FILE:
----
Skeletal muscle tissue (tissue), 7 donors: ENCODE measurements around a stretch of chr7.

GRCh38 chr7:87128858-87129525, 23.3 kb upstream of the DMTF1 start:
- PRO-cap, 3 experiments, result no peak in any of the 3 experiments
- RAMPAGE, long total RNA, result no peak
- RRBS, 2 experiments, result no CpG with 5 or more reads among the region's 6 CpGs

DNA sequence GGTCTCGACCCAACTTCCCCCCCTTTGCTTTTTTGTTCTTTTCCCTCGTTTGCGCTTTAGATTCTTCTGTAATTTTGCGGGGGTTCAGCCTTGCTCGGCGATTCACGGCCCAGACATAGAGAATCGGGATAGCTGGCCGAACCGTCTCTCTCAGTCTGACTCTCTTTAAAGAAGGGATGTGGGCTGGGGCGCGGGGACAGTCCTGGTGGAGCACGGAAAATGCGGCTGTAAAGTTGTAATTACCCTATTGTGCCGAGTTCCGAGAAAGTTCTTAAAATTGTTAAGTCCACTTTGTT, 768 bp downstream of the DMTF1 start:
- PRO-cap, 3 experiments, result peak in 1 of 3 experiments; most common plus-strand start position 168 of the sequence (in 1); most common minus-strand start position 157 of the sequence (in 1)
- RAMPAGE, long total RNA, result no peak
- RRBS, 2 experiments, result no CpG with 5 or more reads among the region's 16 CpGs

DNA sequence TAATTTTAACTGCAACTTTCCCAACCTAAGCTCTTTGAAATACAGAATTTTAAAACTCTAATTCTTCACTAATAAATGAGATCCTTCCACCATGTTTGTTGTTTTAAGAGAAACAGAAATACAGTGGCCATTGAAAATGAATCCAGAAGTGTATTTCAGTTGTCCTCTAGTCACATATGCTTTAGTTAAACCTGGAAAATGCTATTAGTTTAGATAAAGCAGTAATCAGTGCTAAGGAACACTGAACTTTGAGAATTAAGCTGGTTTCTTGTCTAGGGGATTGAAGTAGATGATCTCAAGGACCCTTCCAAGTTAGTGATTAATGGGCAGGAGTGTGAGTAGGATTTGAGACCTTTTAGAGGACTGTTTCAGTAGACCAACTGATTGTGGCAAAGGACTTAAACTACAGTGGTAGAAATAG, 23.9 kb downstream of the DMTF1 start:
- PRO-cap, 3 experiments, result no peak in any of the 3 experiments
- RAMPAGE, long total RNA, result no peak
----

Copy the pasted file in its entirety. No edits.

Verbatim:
Skeletal muscle tissue (tissue), 7 donors: ENCODE measurements around a stretch of chr7.

GRCh38 chr7:87128858-87129525, 23.3 kb upstream of the DMTF1 start:
- PRO-cap, 3 experiments, result no peak in any of the 3 experiments
- RAMPAGE, long total RNA, result no peak
- RRBS, 2 experiments, result no CpG with 5 or more reads among the region's 6 CpGs

DNA sequence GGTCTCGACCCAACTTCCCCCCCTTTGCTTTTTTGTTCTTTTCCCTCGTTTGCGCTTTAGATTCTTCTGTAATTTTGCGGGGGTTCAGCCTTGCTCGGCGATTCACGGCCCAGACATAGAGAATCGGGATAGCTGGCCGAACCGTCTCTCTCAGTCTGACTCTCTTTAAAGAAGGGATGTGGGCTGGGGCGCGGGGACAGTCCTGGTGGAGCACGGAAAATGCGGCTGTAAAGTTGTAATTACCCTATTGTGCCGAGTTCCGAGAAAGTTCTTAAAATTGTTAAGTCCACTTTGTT, 768 bp downstream of the DMTF1 start:
- PRO-cap, 3 experiments, result peak in 1 of 3 experiments; most common plus-strand start position 168 of the sequence (in 1); most common minus-strand start position 157 of the sequence (in 1)
- RAMPAGE, long total RNA, result no peak
- RRBS, 2 experiments, result no CpG with 5 or more reads among the region's 16 CpGs

DNA sequence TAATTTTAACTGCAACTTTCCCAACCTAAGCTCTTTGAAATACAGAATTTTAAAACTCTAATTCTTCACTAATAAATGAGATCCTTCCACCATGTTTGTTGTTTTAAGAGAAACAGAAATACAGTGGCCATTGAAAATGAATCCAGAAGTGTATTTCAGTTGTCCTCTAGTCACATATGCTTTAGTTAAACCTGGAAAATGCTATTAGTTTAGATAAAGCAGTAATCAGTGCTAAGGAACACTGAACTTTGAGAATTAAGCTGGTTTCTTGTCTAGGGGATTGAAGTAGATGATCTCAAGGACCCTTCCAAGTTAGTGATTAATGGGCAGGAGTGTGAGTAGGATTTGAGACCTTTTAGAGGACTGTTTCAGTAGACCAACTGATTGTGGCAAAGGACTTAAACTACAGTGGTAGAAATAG, 23.9 kb downstream of the DMTF1 start:
- PRO-cap, 3 experiments, result no peak in any of the 3 experiments
- RAMPAGE, long total RNA, result no peak